Is My Toddler Autistic?
My Toddler is Speech Delayed, Is it Autism?
My first child was a girl. She hit all of the developmental milestones right on schedule, if not early. Of course, for your first child you track these milestones carefully by reading all the books and signing up for all the Baby Center emails. Then my second child came, a beautiful boy. We were so happy to have both a girl and a boy. As everyone knows, your second child gets a lot less of the hoopla. We didn't even blink an eye when at 8 months he wasn't even attempting to crawl. He was such a happy baby. He was content with just having his favorite toys beside him and he would play quietly for hours. he smiled all the time and it did not take much to make this kid laugh uncontrollably. I couldn't believe how easy this kid made it for me. My daughter demanded ever ounce of attention from birth until now (almost 5 years old). I used to brag to others about what a good baby he was. At 11 months, he finally started to crawl. My friends children who were the same age, were already pulling themselves up and taking their first steps. A couple months went by and no signs of standing or walking for that matter. Still, I didn't worry, he was just a little slower than most. My husband and I even joked around with each other saying "he must take after your side of the family" At 15 months, I started to worry. We made a visit to the pediatrician and he did not seem worried. He told me that if he wasn't walking by 18 months we would re-visit the issue, he is just taking his time. I felt relieved and by 16 months my son started walking.
I took my soon to his 18 month wellness appointment with his Pediatrician. I was looking forward to gloating about how he was finally walking. During my visit, I mentioned to the Pediatrician that it just seemed like he did everything a little slower than others and that he still acted like an infant and not a toddler. He was not babbling or pointing, but he was very engaged, made good eye contact, played with toys appropriately, and laughed when you were silly with him. Was I being oversensitive? Afterall, I was comparing him to my little girl at home who did everything early. The doctor listened to my words carefully. he then brought out a checklist called M-CHAT (Modified Checklist for Autism in Toddlers). Yikes, this made me nervous. He asked me questions such as, does he ever point, imitate you, or respond to his name most of the time? I answered No to the above questions. There were several questions on that check-list I responded positively to however, there were many that my son was not doing. The doctor informed me that 3 "wrong" answers meant he did not pass according to the check list and it warranted a referral to the Early Intervention Program at the Regional Center in our county. He also wanted me to pursue a Hearing Evaluation to rule out hearing problems as that can be attributed to speech delay. I began to panic. I called my husband crying and said "I think our son is autistic". Of course that brought panic to him as well.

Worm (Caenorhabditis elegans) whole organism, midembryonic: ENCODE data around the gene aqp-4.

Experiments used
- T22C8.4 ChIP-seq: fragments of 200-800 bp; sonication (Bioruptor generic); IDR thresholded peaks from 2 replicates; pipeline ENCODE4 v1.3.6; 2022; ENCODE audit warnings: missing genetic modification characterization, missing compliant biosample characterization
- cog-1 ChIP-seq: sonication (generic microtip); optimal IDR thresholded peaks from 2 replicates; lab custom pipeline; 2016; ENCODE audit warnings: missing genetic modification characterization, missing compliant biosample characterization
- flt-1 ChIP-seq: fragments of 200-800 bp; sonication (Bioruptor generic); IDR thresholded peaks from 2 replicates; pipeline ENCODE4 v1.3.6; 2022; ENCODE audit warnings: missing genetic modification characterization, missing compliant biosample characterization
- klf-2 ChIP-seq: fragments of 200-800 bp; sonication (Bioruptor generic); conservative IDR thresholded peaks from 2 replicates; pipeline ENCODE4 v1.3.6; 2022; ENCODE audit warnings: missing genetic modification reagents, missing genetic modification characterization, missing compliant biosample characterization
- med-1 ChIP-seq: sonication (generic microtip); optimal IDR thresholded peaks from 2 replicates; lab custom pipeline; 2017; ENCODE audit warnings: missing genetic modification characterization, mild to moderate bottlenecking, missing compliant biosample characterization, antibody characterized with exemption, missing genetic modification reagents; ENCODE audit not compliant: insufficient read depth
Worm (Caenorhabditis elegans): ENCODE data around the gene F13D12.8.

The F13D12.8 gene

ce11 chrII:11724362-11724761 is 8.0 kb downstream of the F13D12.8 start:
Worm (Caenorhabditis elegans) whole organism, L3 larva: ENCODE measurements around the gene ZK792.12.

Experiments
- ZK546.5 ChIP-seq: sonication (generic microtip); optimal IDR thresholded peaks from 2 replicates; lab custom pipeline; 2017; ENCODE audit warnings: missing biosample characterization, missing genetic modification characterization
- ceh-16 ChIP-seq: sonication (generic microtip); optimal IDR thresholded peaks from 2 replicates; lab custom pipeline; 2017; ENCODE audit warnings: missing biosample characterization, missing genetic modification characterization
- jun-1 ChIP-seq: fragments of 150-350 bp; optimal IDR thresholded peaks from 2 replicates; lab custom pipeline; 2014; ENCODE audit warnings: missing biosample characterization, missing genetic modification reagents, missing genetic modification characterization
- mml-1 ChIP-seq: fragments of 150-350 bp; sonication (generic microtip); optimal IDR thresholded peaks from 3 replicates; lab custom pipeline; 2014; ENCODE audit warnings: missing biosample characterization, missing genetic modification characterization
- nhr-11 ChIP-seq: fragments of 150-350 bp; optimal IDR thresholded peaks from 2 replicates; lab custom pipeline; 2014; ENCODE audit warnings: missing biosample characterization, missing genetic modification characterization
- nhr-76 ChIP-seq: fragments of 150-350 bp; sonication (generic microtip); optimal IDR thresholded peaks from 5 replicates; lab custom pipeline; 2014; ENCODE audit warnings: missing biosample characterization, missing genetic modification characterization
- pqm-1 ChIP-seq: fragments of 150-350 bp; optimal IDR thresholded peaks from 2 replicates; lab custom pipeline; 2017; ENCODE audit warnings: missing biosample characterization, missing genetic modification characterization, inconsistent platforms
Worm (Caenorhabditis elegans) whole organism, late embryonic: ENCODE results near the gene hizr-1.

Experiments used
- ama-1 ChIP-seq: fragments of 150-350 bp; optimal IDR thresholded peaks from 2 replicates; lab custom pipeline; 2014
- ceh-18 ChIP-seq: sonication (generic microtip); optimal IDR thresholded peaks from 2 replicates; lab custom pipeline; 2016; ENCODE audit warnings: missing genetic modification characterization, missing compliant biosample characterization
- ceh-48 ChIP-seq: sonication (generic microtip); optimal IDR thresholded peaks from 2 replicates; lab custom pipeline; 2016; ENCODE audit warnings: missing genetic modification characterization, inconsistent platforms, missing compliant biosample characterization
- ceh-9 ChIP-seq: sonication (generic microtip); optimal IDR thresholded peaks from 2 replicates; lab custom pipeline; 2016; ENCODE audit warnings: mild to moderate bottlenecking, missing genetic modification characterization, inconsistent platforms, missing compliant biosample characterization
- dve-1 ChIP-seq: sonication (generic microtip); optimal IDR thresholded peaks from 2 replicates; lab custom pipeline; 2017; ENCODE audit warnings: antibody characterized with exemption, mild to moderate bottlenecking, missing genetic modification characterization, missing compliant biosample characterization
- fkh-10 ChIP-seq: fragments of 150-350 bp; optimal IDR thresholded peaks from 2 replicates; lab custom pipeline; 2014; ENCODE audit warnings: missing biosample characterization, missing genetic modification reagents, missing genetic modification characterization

One Month later we found ourselves going through the intake process with our local Regional Center. They asked us questions over the phone and said they wanted to schedule an Assessment with our son. Prior to the Assessment I spent hours on the Internet looking up autism stories, symptoms, treatment, etc...I found thousands of sites about autism and most of them had the same information. Nothing I saw convinced me that my son had autism. Yes, our little guy was delayed with some milestones, but other than that he was perfectly normal. He made eye contact, he smiled at funny things, and he played with toys appropriately. I became hopeful again. Family and friends were divided. Some would say "oh relax, boys take longer to do things" or "he's not even 2 yet, don't worry". Other's gave you the sad face when you explained what was going on, especially when you mentioned the word autism. I started to become worried that if I started telling too many people about these events, that he would be labeled "autistic" and always be viewed that way regardless. I decided to keep quiet about our upcoming assessment until we knew more.